In the latter half of the twentieth century, philosophers of science have argued (implicitly and explicitly) that epistemically rational individuals might compose epistemically irrational groups and that, conversely, epistemically rational groups might be composed of epistemically irrational individuals. We call the conjunction of these two claims the Independence Thesis, as they together imply that methodological prescriptions for scientific communities and those for individual scientists might be logically independent of one another. We develop a formal model of scientific inquiry, define four (...) criteria for individual and group epistemic rationality, and then prove that the four definitions diverge, in the sense that individuals will be judged rational when groups are not and vice versa. We conclude by explaining implications of the inconsistency thesis for (i) descriptive history and sociology of science and (ii) normative prescriptions for scientific communities. (shrink)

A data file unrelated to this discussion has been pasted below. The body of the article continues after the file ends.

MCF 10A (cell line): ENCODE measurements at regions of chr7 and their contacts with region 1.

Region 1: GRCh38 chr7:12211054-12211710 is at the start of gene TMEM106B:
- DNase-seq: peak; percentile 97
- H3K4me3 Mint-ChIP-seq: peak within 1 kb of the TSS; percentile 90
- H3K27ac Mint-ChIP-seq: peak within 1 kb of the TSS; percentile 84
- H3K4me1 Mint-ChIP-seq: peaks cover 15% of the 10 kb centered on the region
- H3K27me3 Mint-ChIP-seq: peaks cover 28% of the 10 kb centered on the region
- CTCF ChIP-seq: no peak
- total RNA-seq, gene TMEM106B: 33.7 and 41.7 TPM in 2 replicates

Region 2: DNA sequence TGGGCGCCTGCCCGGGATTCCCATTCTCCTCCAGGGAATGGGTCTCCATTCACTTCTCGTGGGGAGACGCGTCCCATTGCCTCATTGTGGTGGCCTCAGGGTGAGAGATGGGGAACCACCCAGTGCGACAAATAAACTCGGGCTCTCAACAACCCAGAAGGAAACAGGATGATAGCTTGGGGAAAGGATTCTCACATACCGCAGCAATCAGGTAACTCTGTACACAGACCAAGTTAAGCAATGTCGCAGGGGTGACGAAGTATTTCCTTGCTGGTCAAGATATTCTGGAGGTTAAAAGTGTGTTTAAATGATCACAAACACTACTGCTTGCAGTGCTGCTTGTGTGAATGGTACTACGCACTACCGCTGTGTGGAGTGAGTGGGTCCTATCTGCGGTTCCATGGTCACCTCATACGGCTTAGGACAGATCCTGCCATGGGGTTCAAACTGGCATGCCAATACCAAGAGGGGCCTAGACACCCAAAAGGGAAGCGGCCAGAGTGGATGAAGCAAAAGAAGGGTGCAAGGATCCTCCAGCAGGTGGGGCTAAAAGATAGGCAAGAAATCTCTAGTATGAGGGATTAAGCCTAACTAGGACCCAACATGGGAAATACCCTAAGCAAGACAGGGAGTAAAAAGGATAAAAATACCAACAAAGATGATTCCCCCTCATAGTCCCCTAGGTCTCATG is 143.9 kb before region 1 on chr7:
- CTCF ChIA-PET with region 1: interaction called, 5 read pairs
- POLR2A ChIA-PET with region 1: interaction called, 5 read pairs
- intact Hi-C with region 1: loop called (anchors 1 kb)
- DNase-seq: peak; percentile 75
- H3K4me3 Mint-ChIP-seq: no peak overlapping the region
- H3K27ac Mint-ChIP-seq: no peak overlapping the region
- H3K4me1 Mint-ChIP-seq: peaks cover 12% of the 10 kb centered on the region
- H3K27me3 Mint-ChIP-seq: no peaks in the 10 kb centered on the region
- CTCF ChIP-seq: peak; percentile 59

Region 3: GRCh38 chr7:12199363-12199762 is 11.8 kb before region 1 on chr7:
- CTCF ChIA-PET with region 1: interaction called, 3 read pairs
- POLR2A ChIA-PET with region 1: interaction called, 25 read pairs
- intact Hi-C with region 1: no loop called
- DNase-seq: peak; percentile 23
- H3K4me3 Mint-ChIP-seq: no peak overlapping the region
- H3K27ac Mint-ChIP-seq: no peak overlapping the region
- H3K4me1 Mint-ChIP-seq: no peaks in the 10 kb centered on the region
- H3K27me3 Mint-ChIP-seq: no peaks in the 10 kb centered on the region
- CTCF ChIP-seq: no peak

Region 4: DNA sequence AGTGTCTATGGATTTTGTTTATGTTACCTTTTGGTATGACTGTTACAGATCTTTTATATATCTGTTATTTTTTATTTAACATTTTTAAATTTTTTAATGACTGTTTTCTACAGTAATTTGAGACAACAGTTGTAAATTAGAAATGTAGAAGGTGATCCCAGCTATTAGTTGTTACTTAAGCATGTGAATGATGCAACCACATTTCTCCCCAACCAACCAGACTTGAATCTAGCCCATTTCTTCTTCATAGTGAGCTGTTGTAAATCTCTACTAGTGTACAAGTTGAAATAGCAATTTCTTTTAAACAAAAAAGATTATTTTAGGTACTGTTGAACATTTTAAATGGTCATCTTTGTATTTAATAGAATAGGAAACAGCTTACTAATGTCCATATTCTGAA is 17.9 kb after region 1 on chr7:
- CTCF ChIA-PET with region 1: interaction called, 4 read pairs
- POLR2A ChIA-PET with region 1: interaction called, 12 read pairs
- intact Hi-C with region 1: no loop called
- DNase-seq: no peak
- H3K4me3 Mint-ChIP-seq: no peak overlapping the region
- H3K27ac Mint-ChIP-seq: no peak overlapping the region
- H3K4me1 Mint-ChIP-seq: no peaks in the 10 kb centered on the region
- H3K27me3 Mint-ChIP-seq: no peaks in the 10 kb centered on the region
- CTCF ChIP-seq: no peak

Jim Joyce argues for two amendments to probabilism. The first is the doctrine that credences are rational, or not, in virtue of their accuracy or “closeness to the truth” (1998). The second is a shift from a numerically precise model of belief to an imprecise model represented by a set of probability functions (2010). We argue that both amendments cannot be satisfied simultaneously. To do so, we employ a (slightly-generalized) impossibility theorem of Seidenfeld, Schervish, and Kadane (2012), who show that (...) there is no strictly proper scoring rule for imprecise probabilities. -/- The question then is what should give way. Joyce, who is well aware of this no-go result, thinks that a quantifiability constraint on epistemic accuracy should be relaxed to accommodate imprecision. We argue instead that another Joycean assumption — called strict immodesty— should be rejected, and we prove a representation theorem that characterizes all “mildly” immodest measures of inaccuracy. (shrink)